Pittsburgh's PNC Plaza relies on ventilation for efficiency
Photo by Connie Zhou
When PNC Bank asked Gensler to build its Pittsburgh headquarters as the world’s greenest high-rise, the design firm’s San Francisco office surveyed the competition worldwide to assess the state of the art in high-performance design. They even visited projects in Germany,Englandand Canada to see what worked.
A hybrid of tried-and-tested design concepts, the 33-story, LEED platinum–certified structure relies on fresh air for passive ventilation and climate control an estimated 42 percent of the year, a feat that impressed the jury the most,reports Architect magazine. Based on the thermal stack effect, the Tower at PNC Plaza’s conditioning system combines a ventilated double-curtainwall façade, two vertical thermalshaftsand a solar chimney.
Fresh air enters through the building’s outer façade and circulates through the interior as it is drawn into the centralized 350-square-foot, 400-foot-tall thermal shafts by the radiant heat created in a concrete pad inside a rooftop solar greenhouse. Architecturally, the ventilation system manifests as a geometric array of thin rectangular panels that either lie flush with the building exterior or pop out to admit fresh air.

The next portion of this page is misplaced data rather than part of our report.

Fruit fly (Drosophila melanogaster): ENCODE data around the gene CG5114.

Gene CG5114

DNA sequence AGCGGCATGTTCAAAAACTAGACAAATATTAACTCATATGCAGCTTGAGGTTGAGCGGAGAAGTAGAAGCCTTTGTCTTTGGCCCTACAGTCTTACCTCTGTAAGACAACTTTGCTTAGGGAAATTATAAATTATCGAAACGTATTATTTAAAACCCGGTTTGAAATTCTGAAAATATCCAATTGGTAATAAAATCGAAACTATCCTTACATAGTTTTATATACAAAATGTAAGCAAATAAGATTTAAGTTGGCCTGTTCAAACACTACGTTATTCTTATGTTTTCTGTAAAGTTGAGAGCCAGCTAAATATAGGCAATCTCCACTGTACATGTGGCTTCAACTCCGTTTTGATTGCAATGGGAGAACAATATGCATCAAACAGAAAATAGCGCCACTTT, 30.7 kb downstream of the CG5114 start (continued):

Inside, the thermal shafts are inconspicuous and integrated, like the structural core of a typical high-rise.
“You see a lot of these buildings where they just slap on a double skin that acts as a buffer,” said juror Mic Patterson. “This double façade is integrated totally into the whole building energy and ventilation system.”
“It’s putting together, in a unique configuration, things that have been done in simplified or singular forms elsewhere,”said
principal Ben Tranel, the project’s technical director.
And the combination works.
“A mechanical engineer would say you need four fresh-air changes per hour in a space,” Tranel said. “With this strategy, we get 12.”
To develop the integrated system, the designers worked with engineers to determine whether to design the building’smassingaround theventilation,or vice versa. Through concept validation in computer simulations and mock-ups, the team evaluated each potential approach, altering ventilation points or adjusting the depth of the cavity between the façades to attain granular detail on how the system would function.
They also measured how small design adjustments would affect ventilation floor by floor, and researched what types of building automation systems and sensors could help regulate the temperature.
The final system design also includes manual controls to allow office workers to open a vent to cool aroom,or close a vent to warm it as needed. Sensors feed data into dashboard displays to let occupants know when the city’s air quality is high enough for the vents to be opened.
Tranel said the design team wanted the building to be “tunable,” as opposed to the countless office buildings with limited or fixed climate controls: It would be pointless to be the world’s greenest high-rise if no one wanted to use it. “Human experience,” Tranel said, “is the central ingredient.”
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